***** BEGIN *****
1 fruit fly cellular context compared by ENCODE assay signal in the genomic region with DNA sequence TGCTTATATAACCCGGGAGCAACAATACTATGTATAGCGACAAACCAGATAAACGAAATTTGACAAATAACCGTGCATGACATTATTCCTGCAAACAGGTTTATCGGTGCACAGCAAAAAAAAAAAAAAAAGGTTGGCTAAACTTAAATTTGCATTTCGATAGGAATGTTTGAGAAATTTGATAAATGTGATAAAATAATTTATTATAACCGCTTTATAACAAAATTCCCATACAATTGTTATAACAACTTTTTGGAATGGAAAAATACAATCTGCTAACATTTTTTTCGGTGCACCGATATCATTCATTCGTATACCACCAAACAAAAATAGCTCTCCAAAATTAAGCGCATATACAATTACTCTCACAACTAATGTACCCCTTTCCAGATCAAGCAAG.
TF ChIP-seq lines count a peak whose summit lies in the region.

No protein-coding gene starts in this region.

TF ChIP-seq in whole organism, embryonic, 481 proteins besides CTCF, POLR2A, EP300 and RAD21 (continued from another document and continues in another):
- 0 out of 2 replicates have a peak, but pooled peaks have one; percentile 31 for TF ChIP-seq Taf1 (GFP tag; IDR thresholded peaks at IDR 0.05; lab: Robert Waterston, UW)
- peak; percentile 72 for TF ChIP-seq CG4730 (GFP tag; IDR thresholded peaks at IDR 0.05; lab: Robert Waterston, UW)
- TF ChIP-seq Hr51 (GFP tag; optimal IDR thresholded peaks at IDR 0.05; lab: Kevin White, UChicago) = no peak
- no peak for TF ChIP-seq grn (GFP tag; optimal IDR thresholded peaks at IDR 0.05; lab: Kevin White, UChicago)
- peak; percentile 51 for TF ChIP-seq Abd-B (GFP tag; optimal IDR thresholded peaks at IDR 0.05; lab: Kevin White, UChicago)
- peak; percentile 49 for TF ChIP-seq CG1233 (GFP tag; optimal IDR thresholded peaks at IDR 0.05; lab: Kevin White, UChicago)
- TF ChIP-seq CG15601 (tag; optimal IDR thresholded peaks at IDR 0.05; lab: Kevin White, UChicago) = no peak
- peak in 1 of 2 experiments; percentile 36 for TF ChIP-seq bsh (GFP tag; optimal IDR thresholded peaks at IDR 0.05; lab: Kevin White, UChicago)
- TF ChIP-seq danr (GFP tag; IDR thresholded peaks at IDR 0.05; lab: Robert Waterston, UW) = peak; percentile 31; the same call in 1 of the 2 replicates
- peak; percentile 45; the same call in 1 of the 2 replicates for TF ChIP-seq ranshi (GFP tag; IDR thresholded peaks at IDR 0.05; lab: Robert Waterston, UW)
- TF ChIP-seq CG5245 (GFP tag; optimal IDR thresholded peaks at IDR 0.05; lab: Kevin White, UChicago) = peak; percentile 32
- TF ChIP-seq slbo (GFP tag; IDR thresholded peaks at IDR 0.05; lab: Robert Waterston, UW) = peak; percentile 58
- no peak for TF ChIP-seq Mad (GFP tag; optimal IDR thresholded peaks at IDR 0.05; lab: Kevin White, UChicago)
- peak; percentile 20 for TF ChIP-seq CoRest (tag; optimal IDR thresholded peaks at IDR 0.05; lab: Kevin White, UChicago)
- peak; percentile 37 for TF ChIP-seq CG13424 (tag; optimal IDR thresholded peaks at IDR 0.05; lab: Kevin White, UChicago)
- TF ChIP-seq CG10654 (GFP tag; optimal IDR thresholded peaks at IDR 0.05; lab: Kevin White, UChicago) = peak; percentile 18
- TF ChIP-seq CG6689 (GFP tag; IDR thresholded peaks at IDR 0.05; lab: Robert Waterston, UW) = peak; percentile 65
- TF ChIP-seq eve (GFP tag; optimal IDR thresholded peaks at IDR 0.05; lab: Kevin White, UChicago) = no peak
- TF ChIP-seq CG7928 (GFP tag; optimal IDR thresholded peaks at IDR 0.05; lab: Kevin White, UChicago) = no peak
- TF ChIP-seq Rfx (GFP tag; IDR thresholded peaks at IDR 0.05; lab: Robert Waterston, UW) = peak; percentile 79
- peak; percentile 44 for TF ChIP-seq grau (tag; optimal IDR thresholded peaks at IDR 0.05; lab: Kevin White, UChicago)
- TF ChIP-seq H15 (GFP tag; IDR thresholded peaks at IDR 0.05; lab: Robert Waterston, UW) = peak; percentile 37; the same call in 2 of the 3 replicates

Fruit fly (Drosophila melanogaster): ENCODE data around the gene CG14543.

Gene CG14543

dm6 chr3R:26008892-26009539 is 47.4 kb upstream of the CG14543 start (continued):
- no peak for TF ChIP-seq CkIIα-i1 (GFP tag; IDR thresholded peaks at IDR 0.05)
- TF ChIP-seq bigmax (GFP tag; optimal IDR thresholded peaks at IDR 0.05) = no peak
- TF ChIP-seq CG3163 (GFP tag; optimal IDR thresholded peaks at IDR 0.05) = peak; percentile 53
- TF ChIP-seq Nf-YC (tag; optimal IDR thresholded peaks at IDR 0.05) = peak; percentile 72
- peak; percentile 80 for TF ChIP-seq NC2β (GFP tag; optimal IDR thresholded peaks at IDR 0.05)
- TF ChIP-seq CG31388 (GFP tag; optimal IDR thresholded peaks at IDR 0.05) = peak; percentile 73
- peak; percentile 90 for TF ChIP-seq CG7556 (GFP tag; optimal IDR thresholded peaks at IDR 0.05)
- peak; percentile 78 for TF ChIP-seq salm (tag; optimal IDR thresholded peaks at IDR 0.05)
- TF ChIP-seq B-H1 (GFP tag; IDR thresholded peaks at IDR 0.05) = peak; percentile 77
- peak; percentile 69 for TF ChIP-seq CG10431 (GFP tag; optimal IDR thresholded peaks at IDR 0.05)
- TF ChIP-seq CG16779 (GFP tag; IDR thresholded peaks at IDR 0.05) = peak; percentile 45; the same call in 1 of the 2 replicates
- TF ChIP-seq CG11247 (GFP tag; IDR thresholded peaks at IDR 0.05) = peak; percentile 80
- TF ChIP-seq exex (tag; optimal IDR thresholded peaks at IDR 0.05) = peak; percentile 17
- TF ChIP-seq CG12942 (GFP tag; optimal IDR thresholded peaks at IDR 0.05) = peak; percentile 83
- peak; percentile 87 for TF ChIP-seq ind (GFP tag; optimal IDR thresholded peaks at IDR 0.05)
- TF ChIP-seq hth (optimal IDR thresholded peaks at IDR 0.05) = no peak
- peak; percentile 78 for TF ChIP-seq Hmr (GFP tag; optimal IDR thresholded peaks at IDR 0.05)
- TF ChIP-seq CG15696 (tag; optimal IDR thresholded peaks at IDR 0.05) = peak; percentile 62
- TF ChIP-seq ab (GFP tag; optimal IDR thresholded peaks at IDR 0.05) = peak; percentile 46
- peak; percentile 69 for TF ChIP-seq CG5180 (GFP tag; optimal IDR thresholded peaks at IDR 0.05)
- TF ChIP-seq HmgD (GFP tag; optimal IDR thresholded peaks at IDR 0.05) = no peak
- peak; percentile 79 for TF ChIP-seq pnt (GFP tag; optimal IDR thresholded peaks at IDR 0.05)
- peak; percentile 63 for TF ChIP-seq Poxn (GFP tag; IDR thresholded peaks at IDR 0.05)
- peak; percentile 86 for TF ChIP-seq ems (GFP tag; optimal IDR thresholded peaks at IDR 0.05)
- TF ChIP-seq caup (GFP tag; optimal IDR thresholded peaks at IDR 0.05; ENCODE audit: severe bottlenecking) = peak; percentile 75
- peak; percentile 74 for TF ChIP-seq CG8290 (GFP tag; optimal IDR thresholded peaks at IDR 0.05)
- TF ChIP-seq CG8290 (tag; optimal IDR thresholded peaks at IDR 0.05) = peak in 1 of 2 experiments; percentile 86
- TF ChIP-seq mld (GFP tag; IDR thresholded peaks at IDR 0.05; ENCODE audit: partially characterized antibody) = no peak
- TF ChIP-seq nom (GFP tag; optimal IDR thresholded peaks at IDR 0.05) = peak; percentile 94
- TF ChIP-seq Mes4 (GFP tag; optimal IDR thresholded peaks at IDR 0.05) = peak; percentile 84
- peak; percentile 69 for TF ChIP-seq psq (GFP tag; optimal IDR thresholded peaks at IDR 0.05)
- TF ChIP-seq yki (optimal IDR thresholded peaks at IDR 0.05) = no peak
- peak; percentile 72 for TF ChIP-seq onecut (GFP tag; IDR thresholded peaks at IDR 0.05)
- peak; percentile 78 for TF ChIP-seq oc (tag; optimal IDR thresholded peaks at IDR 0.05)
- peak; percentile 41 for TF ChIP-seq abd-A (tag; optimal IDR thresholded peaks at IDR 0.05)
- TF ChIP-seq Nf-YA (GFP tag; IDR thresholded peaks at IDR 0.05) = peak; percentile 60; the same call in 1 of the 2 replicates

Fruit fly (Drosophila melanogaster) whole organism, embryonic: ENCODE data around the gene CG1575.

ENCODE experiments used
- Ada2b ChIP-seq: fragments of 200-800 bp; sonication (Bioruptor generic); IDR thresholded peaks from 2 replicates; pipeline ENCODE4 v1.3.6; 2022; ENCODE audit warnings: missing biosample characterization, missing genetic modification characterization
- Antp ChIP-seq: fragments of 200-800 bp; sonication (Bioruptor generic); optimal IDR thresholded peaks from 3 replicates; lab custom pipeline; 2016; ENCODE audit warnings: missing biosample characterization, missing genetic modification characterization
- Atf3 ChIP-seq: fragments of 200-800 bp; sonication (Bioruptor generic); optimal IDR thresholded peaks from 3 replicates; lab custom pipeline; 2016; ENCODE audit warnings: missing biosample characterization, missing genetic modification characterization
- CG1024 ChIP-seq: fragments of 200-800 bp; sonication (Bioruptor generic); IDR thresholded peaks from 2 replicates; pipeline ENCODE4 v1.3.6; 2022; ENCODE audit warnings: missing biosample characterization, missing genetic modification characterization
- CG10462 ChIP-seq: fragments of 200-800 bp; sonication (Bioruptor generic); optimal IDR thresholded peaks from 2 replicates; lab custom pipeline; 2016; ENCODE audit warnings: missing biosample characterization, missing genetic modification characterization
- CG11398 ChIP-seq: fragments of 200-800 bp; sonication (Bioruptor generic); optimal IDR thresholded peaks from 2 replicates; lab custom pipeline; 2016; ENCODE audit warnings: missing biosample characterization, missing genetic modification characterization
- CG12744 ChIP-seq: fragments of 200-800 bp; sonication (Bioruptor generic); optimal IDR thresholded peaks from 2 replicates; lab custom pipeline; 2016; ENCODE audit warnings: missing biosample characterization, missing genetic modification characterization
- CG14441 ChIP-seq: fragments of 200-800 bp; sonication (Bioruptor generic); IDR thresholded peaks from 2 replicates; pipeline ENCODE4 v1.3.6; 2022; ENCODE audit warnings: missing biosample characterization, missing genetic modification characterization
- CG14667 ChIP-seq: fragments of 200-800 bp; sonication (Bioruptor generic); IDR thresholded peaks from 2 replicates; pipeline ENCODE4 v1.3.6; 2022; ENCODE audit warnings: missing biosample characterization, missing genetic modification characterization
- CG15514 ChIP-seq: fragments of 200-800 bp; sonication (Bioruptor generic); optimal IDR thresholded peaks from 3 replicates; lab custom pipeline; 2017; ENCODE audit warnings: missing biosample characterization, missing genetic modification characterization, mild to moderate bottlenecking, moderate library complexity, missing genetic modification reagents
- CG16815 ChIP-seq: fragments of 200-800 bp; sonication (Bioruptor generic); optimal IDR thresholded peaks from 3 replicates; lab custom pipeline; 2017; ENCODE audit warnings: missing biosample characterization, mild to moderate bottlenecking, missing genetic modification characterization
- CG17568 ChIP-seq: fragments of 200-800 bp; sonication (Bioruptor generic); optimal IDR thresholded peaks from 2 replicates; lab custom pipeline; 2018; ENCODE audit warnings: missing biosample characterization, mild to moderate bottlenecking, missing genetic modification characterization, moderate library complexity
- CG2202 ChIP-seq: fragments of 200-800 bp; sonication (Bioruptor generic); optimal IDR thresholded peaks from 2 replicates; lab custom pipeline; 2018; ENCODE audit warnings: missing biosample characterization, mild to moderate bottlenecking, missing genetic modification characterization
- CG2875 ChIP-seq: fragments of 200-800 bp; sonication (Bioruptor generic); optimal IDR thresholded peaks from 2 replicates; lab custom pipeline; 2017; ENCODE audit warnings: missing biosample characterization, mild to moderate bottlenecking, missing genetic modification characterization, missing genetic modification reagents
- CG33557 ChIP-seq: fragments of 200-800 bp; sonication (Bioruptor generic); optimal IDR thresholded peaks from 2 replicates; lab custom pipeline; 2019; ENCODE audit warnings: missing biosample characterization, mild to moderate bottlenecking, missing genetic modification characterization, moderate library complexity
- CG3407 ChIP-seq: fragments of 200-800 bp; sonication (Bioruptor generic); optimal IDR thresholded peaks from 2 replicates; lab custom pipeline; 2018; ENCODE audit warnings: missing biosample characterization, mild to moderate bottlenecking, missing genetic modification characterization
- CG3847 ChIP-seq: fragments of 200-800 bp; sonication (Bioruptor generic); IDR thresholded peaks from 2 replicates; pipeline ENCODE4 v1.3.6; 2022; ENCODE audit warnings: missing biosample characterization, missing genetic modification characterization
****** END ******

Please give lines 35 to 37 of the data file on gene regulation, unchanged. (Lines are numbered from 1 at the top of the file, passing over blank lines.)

- TF ChIP-seq CG31388 (GFP tag; optimal IDR thresholded peaks at IDR 0.05) = peak; percentile 73
- peak; percentile 90 for TF ChIP-seq CG7556 (GFP tag; optimal IDR thresholded peaks at IDR 0.05)
- peak; percentile 78 for TF ChIP-seq salm (tag; optimal IDR thresholded peaks at IDR 0.05)